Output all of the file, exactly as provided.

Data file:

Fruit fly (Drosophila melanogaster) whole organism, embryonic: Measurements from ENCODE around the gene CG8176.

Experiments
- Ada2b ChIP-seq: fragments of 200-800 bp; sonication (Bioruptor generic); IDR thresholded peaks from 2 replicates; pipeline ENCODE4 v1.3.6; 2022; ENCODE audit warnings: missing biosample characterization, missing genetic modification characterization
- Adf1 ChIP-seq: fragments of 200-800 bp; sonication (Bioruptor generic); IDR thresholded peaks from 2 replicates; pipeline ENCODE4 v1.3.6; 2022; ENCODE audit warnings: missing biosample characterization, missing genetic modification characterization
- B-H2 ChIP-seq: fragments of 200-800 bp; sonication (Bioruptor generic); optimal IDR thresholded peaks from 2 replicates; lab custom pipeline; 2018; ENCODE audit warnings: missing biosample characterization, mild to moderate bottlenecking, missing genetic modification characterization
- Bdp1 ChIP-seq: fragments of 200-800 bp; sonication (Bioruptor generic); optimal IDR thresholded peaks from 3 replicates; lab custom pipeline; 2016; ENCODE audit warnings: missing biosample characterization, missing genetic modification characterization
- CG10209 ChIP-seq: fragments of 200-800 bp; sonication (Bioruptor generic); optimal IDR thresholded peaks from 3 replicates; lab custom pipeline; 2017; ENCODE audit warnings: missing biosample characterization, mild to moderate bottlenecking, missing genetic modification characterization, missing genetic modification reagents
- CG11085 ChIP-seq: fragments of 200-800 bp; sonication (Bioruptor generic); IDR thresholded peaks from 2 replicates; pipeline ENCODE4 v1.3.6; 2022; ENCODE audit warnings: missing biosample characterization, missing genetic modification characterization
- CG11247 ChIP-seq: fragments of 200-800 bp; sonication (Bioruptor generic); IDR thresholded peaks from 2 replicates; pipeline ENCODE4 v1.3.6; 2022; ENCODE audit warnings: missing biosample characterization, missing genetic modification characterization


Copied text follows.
Fruit fly (Drosophila melanogaster) whole organism, embryonic: Measurements from ENCODE around the gene CG8176.

Experiments
- Ada2b ChIP-seq: fragments of 200-800 bp; sonication (Bioruptor generic); IDR thresholded peaks from 2 replicates; pipeline ENCODE4 v1.3.6; 2022; ENCODE audit warnings: missing biosample characterization, missing genetic modification characterization
- Adf1 ChIP-seq: fragments of 200-800 bp; sonication (Bioruptor generic); IDR thresholded peaks from 2 replicates; pipeline ENCODE4 v1.3.6; 2022; ENCODE audit warnings: missing biosample characterization, missing genetic modification characterization
- B-H2 ChIP-seq: fragments of 200-800 bp; sonication (Bioruptor generic); optimal IDR thresholded peaks from 2 replicates; lab custom pipeline; 2018; ENCODE audit warnings: missing biosample characterization, mild to moderate bottlenecking, missing genetic modification characterization
- Bdp1 ChIP-seq: fragments of 200-800 bp; sonication (Bioruptor generic); optimal IDR thresholded peaks from 3 replicates; lab custom pipeline; 2016; ENCODE audit warnings: missing biosample characterization, missing genetic modification characterization
- CG10209 ChIP-seq: fragments of 200-800 bp; sonication (Bioruptor generic); optimal IDR thresholded peaks from 3 replicates; lab custom pipeline; 2017; ENCODE audit warnings: missing biosample characterization, mild to moderate bottlenecking, missing genetic modification characterization, missing genetic modification reagents
- CG11085 ChIP-seq: fragments of 200-800 bp; sonication (Bioruptor generic); IDR thresholded peaks from 2 replicates; pipeline ENCODE4 v1.3.6; 2022; ENCODE audit warnings: missing biosample characterization, missing genetic modification characterization
- CG11247 ChIP-seq: fragments of 200-800 bp; sonication (Bioruptor generic); IDR thresholded peaks from 2 replicates; pipeline ENCODE4 v1.3.6; 2022; ENCODE audit warnings: missing biosample characterization, missing genetic modification characterization